I kept myself busy over the following weeks joining Carmen on the occasional excursion to Wizarding Rome, visiting the Campta’s once (I found that I had a craving for cinnamon buns after receiving Severus’ note), continuing the research for John Radcliff Hospital (I was due to update the staff before the end of the year) and running a variety of tests, with the team, on the moss, mushrooms, and remaining items from the forest. The process was slow, but so far had been successful. I had a good team. However, the hags were beginning to refer to me as the “lab rat” again, and Carmen’s calm disposition was seriously tested.
“Why don’t you ever say anything to stop them?” she asked in frustration one afternoon as the whispers and giggles filtered around us when I emerged from the sterile chamber.
“What do you suggest I say?” I replied steadily. “Please stop, that’s not nice. Please stop, you’re hurting my feelings. Please stop, you sound like the old bitties that you are?” I smiled sensitively at Carmen’s growing irritation and gently placed my hand on her arm. “Not meaning to sound conceited, but I once told a Muggle friend of mine, “Let the idle minds of the less brilliant chatter”. Regardless of what I say, they’re not going to stop, and if I try to stop it, it will only give them more to talk about, so I try to ignore the situation, but that doesn’t mean that it doesn’t affect me.”
Carmen merely shook her head and pressed her lips together, absently pushing some papers around her desk. After a moment, she handed me a couple of letters with my large leather agenda, the page open to next month.
“You received a letter from the university this morning and a fancy envelop from the Society. Looks like an invitation. Open them up, and we’ll fill them in,” she said following my advice.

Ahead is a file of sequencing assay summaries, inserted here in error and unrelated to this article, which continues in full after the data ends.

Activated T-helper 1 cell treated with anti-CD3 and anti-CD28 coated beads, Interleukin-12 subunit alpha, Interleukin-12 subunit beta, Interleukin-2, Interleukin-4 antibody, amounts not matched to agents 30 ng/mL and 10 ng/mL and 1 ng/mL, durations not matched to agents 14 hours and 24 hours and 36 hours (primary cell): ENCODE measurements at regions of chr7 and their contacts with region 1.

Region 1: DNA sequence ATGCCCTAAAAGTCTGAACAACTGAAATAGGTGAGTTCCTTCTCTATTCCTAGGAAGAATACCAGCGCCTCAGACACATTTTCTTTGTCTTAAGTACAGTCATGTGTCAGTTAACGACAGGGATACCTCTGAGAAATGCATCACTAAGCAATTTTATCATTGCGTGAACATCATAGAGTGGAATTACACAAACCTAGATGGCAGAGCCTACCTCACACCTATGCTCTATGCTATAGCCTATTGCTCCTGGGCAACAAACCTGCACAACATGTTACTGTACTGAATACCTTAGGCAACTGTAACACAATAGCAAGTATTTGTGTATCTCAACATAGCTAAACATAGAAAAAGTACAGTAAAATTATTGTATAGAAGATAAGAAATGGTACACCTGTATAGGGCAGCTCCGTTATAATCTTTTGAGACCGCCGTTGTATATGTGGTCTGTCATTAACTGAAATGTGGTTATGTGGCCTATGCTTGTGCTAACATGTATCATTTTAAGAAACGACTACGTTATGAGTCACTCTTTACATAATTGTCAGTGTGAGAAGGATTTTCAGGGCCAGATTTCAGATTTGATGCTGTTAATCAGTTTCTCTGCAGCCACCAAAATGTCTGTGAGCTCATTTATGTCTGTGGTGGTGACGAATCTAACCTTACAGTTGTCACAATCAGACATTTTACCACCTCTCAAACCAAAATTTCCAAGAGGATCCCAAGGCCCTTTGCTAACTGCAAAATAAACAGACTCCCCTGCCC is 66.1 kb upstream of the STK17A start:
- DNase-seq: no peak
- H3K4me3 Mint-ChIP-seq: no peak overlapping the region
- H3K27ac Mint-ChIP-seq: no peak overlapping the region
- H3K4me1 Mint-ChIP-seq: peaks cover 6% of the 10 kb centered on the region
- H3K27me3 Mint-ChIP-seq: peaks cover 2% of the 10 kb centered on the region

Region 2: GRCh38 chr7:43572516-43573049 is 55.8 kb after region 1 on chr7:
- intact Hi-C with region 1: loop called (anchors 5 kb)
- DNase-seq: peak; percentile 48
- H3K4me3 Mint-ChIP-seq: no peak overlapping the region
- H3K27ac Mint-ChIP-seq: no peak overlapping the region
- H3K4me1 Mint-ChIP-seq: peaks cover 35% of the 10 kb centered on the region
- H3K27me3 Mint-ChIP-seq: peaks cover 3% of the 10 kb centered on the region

She was right. It looked like I would be spending some time in England in December. The Society invitation was not only for the Yule celebration, but a seminar was scheduled for the day before. It sounded interesting. A new Mistress had been inducted late last summer and had helped her master with a project on how Muggle viruses affect wizards and new methods to treating them. Both were scheduled to present the work. It was unusual for both Master and apprentice to share credit for something, but there were rumours about their relationship. I had to admit, though, they worked well together, and she deserved the induction. Another speaker was a renowned, American botanist who intended to bring some plant samples from the American southwest. I had only heard of some of these plants and was very curious as to what they would look like and what he had to say.
The letter from the university was actually from Adam Kurtz, informing me that the faculty was having a Christmas party before everyone went their separate ways for the holiday. As it happened, it was the afternoon before the Yule celebration. He wondered if I would be interested in attending. I wouldn’t call it an invitation, but smiled that such an ill-tempered, socially awkward man would even consider letting me know. I slotted all three events into my book and hoped that I would be able to stay the full week and get my business with the hospital out of the way at the same time. Plus, I had missed going to England last year and was looking forward to visiting a number of friends this time around.